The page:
Ian Bailey sets out his objections to being extradited to France

Lawyers to consider affidavit by journalist accused of Sophie Toscan du Plantier murder

Ian Bailey leaving the High Court on Monday after his extradition hearing. Photograph: Collins Courts

Ian Bailey leaving the High Court on Monday after his extradition hearing. Photograph: Collins Courts

 

Lawyers for the Minister for Justice require time to consider Ian Bailey’s objections to being extradited to France for the murder of filmmaker Sophie Toscan du Plantier, the High Court has been told.

It is the third time French authorities have sought Mr Bailey’s surrender in relation to the death of Ms du Plantier, whose badly beaten body was found outside her holiday home in Schull, Co Cork in December 1996.

The 62-year-old Englishman, with an address at The Prairie, Liscaha, Schull, west Cork, was convicted of the Frenchwoman’s murder in his absence in a Paris court last summer. The three-judge Cour d’Assises in Paris accordingly imposed a 25-year prison sentence on him in his absence.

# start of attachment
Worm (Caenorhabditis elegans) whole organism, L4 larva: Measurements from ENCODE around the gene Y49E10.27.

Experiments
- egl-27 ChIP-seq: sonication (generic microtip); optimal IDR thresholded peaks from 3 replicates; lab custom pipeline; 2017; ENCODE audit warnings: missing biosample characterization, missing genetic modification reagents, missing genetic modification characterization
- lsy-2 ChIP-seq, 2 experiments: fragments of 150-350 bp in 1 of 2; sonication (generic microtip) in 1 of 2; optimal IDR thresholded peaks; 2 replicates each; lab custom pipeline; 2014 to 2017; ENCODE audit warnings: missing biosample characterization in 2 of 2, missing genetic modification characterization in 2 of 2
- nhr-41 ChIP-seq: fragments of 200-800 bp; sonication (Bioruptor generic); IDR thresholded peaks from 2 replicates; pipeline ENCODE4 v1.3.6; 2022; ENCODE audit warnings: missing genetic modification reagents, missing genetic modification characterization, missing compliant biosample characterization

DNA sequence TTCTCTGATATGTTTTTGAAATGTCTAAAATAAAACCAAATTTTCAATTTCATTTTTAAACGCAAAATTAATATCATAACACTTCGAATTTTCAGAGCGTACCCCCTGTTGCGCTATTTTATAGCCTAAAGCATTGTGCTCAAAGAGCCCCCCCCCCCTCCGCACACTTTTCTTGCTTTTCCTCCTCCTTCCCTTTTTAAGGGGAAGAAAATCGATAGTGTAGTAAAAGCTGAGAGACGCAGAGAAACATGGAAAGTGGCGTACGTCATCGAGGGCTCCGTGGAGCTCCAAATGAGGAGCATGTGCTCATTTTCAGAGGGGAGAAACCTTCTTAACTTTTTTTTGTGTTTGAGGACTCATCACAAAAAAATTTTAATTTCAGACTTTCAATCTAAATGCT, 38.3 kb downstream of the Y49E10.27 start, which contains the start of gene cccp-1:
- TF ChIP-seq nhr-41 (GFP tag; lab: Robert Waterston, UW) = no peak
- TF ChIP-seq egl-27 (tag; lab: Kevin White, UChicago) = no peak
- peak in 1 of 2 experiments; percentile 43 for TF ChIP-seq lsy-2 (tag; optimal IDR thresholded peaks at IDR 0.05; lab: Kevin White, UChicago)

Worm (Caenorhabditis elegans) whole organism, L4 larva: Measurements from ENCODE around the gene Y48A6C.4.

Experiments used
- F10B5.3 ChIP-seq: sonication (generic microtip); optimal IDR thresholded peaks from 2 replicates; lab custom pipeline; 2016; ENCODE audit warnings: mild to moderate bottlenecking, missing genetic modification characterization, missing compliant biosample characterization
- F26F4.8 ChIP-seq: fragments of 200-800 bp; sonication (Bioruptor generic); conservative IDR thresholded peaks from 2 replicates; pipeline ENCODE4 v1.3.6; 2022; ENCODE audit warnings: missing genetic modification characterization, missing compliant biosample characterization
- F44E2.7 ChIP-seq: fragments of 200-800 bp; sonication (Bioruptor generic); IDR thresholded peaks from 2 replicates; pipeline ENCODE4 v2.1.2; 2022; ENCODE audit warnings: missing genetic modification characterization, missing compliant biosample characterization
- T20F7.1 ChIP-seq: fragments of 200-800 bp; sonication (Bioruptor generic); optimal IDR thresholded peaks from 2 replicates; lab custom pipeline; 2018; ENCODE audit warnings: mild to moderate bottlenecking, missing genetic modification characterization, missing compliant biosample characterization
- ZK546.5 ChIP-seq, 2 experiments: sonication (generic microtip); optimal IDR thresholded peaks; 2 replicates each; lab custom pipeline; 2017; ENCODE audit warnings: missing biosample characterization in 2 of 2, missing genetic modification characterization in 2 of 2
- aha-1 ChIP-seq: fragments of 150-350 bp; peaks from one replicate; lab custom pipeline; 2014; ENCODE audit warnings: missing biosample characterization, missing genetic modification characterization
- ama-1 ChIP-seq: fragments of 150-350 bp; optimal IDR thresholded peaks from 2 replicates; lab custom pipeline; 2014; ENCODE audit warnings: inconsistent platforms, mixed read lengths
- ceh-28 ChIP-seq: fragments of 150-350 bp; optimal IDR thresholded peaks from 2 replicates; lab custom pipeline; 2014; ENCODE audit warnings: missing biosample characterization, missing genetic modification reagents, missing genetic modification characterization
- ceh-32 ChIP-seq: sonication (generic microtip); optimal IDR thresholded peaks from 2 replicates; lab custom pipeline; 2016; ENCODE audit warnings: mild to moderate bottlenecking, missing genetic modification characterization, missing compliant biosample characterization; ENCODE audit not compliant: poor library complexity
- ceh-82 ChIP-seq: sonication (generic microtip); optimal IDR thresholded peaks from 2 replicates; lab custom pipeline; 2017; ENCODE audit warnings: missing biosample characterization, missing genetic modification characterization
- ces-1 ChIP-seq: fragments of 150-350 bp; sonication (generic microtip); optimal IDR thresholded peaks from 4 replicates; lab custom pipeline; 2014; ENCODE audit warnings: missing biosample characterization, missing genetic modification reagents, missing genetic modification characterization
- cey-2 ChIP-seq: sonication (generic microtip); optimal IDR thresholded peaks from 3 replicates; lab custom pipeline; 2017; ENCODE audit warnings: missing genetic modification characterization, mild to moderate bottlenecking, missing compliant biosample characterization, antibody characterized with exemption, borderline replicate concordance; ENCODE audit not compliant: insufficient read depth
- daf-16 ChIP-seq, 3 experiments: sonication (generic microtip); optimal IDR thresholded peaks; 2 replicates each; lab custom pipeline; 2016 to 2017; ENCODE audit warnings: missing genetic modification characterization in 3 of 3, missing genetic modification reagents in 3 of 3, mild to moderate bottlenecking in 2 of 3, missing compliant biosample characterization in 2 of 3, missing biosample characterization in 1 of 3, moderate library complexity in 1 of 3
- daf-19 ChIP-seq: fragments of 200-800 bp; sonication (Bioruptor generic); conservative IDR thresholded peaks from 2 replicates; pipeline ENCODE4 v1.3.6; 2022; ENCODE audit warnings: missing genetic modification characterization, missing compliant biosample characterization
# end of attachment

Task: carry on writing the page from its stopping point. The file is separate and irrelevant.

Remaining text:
‘Farce’

Mr Bailey, who denies any involvement in Ms du Plantier’s death, was arrested on foot of a European Arrest Warrant in December. He did not attend the French court and had no legal representation in the proceedings, which he has described as a “farce”.

Counsel for Mr Bailey, Ronan Munro SC, told the High Court on Monday that his client had recently sworn an affidavit setting out his objections to being surrendered.

Mr Munro said the affidavit raised certain factual matters, particularly in relation to Mr Bailey’s health, which lawyers for the Minister for Justice required time to consider. He assured Mr Justice Donald Binchy that progress was being made in the case.

Mr Bailey was remanded on continuing bail to February 24th next, when a date for hearing is expected to be fixed.